|| Checking for direct PDF access through Ovid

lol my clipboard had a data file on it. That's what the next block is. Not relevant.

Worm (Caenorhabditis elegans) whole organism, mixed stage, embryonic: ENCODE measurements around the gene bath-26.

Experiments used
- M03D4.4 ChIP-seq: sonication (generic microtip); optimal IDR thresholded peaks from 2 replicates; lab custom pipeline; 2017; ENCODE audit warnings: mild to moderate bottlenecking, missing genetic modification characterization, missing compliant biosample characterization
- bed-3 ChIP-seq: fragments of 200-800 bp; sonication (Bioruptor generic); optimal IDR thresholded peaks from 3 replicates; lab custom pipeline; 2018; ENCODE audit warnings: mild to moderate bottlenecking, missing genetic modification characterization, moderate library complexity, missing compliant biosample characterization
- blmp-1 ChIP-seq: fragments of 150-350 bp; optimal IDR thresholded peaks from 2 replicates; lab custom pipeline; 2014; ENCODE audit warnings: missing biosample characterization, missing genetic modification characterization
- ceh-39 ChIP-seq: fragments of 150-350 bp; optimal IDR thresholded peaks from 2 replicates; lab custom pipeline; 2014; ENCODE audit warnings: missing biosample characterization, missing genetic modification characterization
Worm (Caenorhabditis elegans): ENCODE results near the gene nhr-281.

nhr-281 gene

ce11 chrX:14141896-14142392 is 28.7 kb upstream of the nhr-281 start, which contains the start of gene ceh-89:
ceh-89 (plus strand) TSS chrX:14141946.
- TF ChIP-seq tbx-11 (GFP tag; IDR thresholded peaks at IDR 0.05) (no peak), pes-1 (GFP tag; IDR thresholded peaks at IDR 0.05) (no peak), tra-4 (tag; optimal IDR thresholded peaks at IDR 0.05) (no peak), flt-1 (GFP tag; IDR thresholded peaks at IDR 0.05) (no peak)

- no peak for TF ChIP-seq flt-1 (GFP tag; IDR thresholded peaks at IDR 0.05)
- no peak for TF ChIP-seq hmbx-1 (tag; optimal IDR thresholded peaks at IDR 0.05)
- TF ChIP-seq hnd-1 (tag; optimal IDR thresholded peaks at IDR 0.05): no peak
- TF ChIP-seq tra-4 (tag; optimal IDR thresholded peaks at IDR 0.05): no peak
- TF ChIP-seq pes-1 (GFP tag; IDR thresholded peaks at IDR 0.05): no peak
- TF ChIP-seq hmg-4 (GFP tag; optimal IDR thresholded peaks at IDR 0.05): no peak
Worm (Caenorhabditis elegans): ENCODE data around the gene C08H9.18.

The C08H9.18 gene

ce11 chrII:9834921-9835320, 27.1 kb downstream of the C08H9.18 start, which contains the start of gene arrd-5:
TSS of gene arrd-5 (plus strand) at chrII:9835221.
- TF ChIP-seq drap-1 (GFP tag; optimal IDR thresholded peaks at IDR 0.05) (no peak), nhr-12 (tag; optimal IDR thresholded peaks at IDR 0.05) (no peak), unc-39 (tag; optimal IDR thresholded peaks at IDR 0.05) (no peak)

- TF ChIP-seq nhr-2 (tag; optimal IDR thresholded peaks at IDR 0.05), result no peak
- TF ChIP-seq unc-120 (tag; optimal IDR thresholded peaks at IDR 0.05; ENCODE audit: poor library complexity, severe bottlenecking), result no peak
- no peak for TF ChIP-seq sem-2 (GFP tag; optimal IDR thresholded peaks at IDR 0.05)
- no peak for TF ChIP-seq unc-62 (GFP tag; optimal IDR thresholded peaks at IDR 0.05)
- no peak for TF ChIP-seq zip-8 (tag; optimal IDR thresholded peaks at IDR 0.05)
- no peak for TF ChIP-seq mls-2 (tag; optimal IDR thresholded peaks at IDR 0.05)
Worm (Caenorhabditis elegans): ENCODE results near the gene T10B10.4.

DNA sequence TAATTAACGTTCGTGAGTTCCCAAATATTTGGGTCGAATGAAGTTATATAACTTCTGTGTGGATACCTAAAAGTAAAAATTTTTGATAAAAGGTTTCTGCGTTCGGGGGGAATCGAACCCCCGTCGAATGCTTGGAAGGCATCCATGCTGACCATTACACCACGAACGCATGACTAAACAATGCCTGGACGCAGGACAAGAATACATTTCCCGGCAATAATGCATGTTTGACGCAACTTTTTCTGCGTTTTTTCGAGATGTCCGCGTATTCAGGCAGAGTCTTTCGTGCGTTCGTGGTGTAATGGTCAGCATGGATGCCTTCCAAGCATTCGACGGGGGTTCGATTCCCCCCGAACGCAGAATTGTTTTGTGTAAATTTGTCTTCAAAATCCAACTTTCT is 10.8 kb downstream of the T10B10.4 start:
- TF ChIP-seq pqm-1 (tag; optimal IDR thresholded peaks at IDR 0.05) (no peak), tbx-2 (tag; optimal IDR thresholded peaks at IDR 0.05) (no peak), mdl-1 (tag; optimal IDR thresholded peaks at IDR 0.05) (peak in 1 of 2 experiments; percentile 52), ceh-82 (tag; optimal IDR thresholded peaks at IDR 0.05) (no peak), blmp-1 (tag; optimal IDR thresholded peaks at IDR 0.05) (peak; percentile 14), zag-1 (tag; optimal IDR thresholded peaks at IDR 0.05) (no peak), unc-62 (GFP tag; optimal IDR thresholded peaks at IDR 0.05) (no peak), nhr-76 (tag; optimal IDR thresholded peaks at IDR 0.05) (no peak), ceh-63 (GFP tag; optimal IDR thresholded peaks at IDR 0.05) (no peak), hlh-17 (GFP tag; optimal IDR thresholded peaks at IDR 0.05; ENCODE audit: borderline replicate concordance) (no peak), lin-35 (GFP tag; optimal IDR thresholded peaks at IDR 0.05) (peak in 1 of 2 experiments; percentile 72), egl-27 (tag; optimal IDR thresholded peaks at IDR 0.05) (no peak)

To evaluate the incremental benefit in routine clinical practice of computed tomography (CT) scans acquired for anatomical localization on an integrated SPECT/CT which incorporates a spiral CT scanner, in comparison with conventional planar and SPECT scanning.The first 50 studies acquired on the integrated system were evaluated by two experienced nuclear medicine physicians who were aware of the patient's clinical history. These included bone scans, gallium scans, octreotide scans, sestamibi parathyroid scans and MIBG scans. For each patient study, abnormalities were assessed on planar and SPECT images for location and provisional diagnosis and a quantitative scale was used to assess reporter confidence. The fused SPECT/CT images were then reviewed and the location and provisional diagnosis noted and reporter confidence was assessed using the same quantitative scale.There were 129 abnormalities detected in 50 patient studies. For localization of abnormalities, the inclusion of the CT resulted in a minor change in 16% of cases and a significant change in 11% over planar/SPECT imaging alone. The confidence of localization was improved moderately in 19% and improved significantly in 6%. For diagnosis, SPECT/CT resulted in a minor change in 10% and a significant change in 9% over planar/SPECT imaging. The confidence of diagnosis was improved moderately in 10% and improved significantly in a further 10% of cases. For the final scan interpretation, there would have been no change in 44% patients, a minor change in 30% and a significant change in 26% with the use of SPECT/CT.Use of integrated SPECT/CT with a high spatial resolution, spiral CT used for anatomical localization improves accuracy and reporter confidence in clinical practice. As a result, final reports were different in 56% of the cases, including being significantly different in 26% patients compared to reporting with planar/SPECT alone.